History of Hogmanay

posted in: Holidays, Traditions | 0

Hogmanay is the Scottish tradition for New Year’s.

The word is a Scots word for the last day of the year.

While the origins are unclear, it is believed they are derived from Norse and Gaelic observances.

The origins of the word Hogmanay are unknown.  The earliest evidence of the word dates to the 1693  Scotch Presbyterian Eloquence, which held that the term was a corruption of the Greek agía míne (αγία μήνη), or “holy month”

The first record of the word is recorded in a “Latin entry in 1443 in the West Riding of Yorkshire as hagnonayse.”  Then in 1604, records in Elgin, Scotland first has the use of the word hagmonay.

Other 17th Century spellings include “Hagmena (1677), Hogmynae night (1681), and Hagmane (1693) in an entry of the Scotch Presbyterian Eloquence.” Numerous other spellings and pronunciations also exists.

Three different possibilities exists to the origins of this tradition.

1. A children’s tradition of visiting homes in the local area and requesting small treats of sweets or fruits dating back to 16th Century Middle France.

2. Part of the Gaelic rhymes traditionally recited at New Year

3. The Norse tradition of winter solstice when hill-men or “Elves” who banish trolls into the sea which was known under the rhyme “Hogmanay, Trollolay, give us of your white bread and none of your gray”

Whatever, the truth, it seems as if maybe all of these traditions have been incorporated into the present-day tradition.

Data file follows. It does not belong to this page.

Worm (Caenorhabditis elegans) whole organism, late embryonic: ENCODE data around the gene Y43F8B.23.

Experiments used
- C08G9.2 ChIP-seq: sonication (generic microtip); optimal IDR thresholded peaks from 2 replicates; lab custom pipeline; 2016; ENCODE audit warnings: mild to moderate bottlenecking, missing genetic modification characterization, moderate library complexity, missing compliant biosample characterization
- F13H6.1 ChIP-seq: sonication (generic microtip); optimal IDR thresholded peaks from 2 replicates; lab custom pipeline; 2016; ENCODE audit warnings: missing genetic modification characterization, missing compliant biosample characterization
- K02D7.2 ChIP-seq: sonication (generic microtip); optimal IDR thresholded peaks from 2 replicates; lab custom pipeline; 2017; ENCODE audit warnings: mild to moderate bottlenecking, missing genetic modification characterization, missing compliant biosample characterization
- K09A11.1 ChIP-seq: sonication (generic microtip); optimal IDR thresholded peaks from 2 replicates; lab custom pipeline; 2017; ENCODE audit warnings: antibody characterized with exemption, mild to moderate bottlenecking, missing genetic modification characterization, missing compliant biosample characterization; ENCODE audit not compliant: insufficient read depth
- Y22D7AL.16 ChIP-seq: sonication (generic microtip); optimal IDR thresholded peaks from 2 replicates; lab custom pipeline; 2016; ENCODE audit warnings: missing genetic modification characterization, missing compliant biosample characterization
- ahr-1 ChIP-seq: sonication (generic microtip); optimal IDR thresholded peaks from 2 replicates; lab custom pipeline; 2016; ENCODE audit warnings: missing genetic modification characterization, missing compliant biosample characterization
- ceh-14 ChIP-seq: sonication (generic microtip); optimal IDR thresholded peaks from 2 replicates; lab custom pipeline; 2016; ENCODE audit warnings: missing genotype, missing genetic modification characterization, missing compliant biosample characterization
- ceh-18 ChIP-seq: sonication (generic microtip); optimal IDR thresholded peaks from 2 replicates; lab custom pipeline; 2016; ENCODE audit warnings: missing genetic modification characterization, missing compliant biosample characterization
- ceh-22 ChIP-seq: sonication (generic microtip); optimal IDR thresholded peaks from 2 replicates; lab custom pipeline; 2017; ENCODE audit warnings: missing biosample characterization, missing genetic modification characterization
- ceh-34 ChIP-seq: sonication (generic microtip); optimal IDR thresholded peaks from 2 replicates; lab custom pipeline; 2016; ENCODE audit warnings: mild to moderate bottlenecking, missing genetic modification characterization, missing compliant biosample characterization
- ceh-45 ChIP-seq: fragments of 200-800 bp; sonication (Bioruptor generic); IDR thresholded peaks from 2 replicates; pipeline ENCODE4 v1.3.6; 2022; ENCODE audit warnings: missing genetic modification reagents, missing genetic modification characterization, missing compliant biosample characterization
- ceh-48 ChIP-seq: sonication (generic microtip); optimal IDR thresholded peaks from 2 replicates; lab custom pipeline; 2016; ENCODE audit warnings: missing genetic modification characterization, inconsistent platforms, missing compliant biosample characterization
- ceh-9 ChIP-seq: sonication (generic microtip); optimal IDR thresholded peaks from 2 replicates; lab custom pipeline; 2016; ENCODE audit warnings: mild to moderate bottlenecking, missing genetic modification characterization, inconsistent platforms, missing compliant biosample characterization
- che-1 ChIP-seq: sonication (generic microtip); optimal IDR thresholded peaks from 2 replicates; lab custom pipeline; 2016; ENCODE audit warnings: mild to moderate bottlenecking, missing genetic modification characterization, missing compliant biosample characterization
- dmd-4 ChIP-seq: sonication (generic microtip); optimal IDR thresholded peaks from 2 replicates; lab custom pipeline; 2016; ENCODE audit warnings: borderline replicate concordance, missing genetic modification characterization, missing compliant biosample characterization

Being the first visitor to the home used to be very important

While customs vary throughout Scotland, traditionally it includes gift-giving and visiting homes of friends and neighbors.  Special attention is given to the first-foot, which refers to the first guest of the new year.

Some symbolic gifts to present to the householder for good luck are salt, coal, shortbread, whisky and a rich fruit cake known as black bun.

For the house owner, it is acceptable to provide food and drink to their guests.

This may go on throughout the early hours of the morning and well into the next day or in more modern times into the first week or two of the month.

Singing Auld Lang Syne is also a Hogmanay custom.  The song is based on the poem by the Scottish poet, Robert Burns.  This is a practice which has spread throughout much of the world.

Many towns in Scotland hold their own Hogmanay traditions.  The largest Scottish cities of Glasgow, Edinburgh, Aberdeen, Stirling and Inverness hold all night celebration.

Most Scots still celebrate New Year’s Day with a special dinner, usually steak pie.

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